Increasing representation is not a "women’s issue" or a "person of color’s issue." It is a human issue and a business issue. When it comes to gender diversity, for example, men stand to benefit from expanding gender norms, and a great deal of research shows that society stands to benefit from including diverse voices in designing the technology of the future.
Involving majority group members is vital for true change to occur. Of course, this can be tricky if majority group members are ill prepared or do not approach these issues with a spirit of inquiry. Check out some of the latest research and resources for information on how to successfully work with majority-group advocates for diversity.
Treat increasing diverse participation like any other critical business issue. Set goals, plan strategically for how you will meet these goals, amply resource these efforts, and continually measure progress. Consider regularly reporting diversity data in the corporate annual report. To assist tech companies with these processes, the National Center for Women & Information Technology (NCWIT) has developed an Industry Change Model. NCWIT’s Strategic Planning and Data Collection and Strategic Planning Guidelines can help you use this model to identify research-based practices you can implement and strategies for tracking progress.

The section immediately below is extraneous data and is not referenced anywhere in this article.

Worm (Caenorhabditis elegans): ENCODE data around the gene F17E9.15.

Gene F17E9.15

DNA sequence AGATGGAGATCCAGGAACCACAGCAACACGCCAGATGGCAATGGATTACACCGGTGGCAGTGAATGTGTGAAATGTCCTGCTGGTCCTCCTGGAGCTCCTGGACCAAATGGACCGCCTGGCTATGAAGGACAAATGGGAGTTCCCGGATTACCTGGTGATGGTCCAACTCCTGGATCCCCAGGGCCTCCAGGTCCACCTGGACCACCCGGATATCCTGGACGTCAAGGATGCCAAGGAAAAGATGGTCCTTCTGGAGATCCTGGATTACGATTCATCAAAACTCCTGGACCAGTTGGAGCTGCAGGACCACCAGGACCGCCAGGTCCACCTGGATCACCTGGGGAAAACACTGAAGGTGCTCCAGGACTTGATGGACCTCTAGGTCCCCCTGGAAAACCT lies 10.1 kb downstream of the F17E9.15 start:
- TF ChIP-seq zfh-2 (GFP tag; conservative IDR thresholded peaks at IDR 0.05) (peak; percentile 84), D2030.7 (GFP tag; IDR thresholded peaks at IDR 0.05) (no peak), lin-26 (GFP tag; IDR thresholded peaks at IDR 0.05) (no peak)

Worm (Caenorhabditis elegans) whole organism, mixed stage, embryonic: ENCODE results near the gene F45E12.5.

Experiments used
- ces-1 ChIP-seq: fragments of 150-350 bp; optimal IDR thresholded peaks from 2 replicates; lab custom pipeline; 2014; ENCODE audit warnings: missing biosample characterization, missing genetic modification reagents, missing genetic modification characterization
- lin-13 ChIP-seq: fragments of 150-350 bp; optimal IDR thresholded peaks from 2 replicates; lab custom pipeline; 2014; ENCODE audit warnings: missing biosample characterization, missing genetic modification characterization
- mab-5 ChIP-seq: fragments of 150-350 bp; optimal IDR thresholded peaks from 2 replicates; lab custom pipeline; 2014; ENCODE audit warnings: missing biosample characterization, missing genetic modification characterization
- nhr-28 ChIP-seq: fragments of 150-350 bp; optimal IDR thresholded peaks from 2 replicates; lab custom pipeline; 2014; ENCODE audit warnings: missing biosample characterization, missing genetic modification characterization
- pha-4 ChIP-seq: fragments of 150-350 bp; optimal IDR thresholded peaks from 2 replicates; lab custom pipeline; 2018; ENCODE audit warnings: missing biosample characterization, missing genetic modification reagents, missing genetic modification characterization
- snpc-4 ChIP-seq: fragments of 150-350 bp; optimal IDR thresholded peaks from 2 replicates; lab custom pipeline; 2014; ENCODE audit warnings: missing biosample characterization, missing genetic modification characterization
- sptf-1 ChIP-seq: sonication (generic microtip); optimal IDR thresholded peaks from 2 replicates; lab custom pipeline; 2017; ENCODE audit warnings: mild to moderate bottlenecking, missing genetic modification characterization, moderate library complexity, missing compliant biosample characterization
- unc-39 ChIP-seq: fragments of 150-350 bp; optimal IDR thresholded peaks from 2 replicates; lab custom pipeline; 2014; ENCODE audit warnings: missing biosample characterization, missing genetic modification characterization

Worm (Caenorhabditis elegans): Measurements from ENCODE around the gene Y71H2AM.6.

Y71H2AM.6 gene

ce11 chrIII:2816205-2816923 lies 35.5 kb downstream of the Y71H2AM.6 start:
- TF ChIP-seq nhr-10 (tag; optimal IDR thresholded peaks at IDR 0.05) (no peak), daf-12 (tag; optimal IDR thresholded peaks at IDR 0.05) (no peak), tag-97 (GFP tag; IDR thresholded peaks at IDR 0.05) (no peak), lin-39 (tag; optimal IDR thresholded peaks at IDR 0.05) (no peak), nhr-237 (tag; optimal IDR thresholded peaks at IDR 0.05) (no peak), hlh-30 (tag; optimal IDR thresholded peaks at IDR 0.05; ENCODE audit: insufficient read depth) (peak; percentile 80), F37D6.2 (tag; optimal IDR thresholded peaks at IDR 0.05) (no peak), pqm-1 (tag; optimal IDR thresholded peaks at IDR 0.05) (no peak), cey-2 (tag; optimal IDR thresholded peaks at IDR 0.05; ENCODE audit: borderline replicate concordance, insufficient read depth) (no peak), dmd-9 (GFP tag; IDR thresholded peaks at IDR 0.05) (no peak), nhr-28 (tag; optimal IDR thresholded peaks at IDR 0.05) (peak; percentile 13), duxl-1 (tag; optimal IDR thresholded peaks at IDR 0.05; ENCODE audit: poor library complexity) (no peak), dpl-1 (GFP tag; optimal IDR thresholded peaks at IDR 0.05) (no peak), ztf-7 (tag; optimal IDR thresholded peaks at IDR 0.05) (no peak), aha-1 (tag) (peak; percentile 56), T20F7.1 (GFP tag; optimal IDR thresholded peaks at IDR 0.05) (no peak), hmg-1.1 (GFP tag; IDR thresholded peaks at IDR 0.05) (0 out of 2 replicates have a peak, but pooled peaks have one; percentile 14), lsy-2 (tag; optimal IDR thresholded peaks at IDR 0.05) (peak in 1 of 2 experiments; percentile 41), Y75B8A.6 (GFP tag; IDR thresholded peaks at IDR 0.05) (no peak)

While overall numbers are important, it also matters WHAT women and other underrepresented groups are actually doing in these technical jobs. Are they able to make meaningful contributions to innovation? To assess this, consider collecting data on who is represented in leadership roles, creative and core technical roles, patenting, and so on.
According to research by the Level Playing Field Institute, more than 2 million employees a year leave their jobs due solely to repeated instances of unfairness or unconscious biases. Because managers have such a significant effect on the daily experience of their employees, helping managers address and reduce these biases can go a long way toward retaining and improving the workplace for underrepresented groups.
7. We Will Analyze Job Descriptions, Recruitment Strategies, And Interview Practices For Hidden Biases